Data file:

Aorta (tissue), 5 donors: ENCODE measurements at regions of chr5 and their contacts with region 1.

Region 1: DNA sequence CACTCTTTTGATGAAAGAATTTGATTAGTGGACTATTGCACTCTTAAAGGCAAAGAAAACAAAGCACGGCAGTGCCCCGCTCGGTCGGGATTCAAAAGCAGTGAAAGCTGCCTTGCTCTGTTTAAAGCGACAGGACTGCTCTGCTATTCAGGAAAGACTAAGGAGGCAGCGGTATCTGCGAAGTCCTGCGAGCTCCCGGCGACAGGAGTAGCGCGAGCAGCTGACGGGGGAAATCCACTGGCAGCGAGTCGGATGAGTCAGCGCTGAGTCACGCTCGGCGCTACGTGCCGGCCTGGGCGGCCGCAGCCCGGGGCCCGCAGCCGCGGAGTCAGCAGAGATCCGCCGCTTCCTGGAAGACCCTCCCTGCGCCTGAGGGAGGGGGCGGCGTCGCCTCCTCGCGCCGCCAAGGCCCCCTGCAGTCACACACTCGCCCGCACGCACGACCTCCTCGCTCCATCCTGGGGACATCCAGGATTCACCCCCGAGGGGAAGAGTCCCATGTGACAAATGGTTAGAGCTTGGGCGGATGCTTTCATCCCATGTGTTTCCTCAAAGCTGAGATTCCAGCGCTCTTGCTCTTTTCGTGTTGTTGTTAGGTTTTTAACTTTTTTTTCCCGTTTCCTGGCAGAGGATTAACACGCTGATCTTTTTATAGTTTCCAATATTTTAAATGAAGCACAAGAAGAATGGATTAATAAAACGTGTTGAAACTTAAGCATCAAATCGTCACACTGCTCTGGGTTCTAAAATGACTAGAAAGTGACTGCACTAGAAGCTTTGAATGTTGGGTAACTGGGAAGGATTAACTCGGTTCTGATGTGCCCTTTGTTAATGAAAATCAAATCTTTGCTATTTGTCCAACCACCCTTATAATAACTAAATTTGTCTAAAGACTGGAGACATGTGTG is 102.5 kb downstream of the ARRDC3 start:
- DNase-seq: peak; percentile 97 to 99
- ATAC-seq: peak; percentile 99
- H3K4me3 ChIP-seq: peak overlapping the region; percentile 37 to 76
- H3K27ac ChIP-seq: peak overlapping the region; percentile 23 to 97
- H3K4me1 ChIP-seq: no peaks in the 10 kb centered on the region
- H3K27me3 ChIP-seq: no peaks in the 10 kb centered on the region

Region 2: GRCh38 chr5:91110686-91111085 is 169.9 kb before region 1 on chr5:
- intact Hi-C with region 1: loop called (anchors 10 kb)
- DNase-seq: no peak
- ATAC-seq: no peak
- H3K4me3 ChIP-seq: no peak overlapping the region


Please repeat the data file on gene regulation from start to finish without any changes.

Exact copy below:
Aorta (tissue), 5 donors: ENCODE measurements at regions of chr5 and their contacts with region 1.

Region 1: DNA sequence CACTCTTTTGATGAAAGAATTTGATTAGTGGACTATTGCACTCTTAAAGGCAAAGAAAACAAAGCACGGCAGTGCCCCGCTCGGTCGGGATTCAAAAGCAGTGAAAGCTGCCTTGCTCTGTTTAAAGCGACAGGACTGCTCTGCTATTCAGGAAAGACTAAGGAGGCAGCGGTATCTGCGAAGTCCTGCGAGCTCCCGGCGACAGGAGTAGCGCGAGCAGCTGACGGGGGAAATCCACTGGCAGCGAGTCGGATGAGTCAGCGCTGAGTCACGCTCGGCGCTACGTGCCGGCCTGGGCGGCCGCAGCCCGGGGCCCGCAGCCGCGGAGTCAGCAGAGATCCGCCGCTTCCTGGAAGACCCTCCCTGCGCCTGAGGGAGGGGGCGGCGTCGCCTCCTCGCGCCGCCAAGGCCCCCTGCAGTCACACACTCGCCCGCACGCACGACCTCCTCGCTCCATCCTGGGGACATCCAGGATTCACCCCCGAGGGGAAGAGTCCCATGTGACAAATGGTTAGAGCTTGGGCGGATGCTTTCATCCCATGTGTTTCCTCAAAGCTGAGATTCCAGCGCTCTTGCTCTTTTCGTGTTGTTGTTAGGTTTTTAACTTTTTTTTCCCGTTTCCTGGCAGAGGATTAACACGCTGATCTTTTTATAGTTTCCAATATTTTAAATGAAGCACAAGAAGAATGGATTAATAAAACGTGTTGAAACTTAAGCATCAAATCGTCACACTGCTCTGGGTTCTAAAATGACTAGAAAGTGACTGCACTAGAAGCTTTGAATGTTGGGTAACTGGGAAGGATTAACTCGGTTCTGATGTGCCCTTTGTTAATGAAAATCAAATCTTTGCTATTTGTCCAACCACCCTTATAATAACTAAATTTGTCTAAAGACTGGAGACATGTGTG is 102.5 kb downstream of the ARRDC3 start:
- DNase-seq: peak; percentile 97 to 99
- ATAC-seq: peak; percentile 99
- H3K4me3 ChIP-seq: peak overlapping the region; percentile 37 to 76
- H3K27ac ChIP-seq: peak overlapping the region; percentile 23 to 97
- H3K4me1 ChIP-seq: no peaks in the 10 kb centered on the region
- H3K27me3 ChIP-seq: no peaks in the 10 kb centered on the region

Region 2: GRCh38 chr5:91110686-91111085 is 169.9 kb before region 1 on chr5:
- intact Hi-C with region 1: loop called (anchors 10 kb)
- DNase-seq: no peak
- ATAC-seq: no peak
- H3K4me3 ChIP-seq: no peak overlapping the region